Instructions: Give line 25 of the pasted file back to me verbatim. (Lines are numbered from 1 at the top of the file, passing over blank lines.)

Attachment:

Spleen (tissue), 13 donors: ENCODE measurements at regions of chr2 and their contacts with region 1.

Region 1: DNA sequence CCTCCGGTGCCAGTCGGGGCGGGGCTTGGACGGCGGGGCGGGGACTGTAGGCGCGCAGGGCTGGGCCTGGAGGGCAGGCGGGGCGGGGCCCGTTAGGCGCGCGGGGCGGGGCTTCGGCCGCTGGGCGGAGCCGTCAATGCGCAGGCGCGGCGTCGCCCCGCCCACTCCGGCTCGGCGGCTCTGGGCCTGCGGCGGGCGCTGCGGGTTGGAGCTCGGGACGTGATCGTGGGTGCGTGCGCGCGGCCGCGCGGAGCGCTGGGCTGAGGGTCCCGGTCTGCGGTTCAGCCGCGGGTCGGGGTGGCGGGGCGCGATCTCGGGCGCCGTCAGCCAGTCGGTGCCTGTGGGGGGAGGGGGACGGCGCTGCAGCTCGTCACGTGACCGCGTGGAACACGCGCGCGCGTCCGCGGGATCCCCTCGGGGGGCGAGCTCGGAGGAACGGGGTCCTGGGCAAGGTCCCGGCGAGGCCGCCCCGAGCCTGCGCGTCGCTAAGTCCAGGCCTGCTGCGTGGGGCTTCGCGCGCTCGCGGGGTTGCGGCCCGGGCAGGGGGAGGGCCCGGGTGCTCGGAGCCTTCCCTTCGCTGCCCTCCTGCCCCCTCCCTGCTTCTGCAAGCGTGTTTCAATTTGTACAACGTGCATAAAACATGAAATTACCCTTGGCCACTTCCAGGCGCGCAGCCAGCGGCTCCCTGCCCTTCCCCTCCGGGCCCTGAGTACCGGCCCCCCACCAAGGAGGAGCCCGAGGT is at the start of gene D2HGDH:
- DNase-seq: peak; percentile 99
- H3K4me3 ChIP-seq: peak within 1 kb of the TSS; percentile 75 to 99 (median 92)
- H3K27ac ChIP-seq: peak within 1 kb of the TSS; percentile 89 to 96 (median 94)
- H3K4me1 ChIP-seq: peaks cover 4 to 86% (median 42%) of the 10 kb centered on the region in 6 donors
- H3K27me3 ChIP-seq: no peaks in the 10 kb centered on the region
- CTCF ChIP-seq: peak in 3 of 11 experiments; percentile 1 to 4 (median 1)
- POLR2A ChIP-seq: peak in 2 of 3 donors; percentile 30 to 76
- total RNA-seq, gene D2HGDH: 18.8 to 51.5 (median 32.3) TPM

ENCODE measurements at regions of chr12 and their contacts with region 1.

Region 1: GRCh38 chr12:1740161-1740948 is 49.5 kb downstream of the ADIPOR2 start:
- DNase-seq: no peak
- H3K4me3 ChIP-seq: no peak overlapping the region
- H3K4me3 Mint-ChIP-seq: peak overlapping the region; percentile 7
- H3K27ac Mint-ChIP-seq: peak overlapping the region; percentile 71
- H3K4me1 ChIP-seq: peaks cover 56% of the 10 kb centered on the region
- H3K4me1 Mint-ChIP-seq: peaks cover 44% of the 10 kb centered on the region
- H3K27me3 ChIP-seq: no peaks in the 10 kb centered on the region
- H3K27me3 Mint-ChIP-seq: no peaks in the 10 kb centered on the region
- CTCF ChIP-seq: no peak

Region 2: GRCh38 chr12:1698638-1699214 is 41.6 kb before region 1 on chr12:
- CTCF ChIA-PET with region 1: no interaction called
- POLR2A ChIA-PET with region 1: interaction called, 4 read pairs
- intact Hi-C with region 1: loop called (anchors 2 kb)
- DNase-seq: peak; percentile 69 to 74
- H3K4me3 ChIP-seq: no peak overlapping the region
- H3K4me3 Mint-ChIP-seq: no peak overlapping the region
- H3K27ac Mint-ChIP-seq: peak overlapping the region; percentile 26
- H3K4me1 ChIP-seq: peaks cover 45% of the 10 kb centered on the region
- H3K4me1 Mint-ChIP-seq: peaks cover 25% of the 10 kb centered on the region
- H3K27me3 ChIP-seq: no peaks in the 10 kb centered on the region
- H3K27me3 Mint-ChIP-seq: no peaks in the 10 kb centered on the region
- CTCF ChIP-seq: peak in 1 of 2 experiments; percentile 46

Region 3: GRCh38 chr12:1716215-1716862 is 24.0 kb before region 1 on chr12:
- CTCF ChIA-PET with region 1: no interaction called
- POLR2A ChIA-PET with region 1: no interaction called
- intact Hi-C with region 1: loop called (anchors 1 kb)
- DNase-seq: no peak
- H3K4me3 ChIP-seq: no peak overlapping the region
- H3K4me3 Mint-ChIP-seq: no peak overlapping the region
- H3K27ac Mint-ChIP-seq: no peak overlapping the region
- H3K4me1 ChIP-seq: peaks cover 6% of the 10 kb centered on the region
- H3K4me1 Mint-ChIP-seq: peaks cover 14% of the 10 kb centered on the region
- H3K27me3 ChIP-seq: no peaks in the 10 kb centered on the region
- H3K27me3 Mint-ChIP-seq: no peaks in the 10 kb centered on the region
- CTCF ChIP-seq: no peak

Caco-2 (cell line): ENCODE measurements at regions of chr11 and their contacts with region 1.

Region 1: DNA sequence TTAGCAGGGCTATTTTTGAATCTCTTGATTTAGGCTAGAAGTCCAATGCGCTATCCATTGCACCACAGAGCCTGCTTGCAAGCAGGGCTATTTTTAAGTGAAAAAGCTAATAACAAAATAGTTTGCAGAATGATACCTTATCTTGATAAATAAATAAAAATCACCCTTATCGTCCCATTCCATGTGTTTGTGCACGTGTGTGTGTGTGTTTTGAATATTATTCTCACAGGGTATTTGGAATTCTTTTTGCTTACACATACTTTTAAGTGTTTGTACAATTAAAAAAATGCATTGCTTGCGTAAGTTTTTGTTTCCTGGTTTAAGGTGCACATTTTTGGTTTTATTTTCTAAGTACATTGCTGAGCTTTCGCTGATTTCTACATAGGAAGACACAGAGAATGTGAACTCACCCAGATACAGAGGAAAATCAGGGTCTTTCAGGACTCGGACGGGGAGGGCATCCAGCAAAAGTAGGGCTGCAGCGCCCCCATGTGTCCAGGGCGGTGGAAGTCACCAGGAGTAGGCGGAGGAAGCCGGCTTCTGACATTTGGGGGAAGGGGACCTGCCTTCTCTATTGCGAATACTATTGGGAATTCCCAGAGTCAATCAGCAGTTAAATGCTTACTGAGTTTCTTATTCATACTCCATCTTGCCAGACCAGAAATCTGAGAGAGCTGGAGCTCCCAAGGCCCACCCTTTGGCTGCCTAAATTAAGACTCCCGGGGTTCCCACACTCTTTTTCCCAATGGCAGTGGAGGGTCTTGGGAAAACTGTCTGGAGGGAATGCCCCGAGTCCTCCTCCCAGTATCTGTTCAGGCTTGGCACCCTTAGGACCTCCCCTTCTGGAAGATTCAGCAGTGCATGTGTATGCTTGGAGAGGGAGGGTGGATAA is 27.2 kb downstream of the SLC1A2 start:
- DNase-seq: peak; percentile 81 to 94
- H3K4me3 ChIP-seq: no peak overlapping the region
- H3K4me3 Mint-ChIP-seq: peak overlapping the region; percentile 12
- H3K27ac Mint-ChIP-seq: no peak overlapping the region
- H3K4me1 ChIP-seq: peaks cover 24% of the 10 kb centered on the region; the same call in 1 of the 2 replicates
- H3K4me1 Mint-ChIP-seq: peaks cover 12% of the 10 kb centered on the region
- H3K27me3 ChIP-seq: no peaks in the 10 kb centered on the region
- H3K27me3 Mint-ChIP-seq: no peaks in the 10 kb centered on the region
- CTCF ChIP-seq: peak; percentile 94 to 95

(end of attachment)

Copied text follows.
- intact Hi-C with region 1: loop called (anchors 2 kb)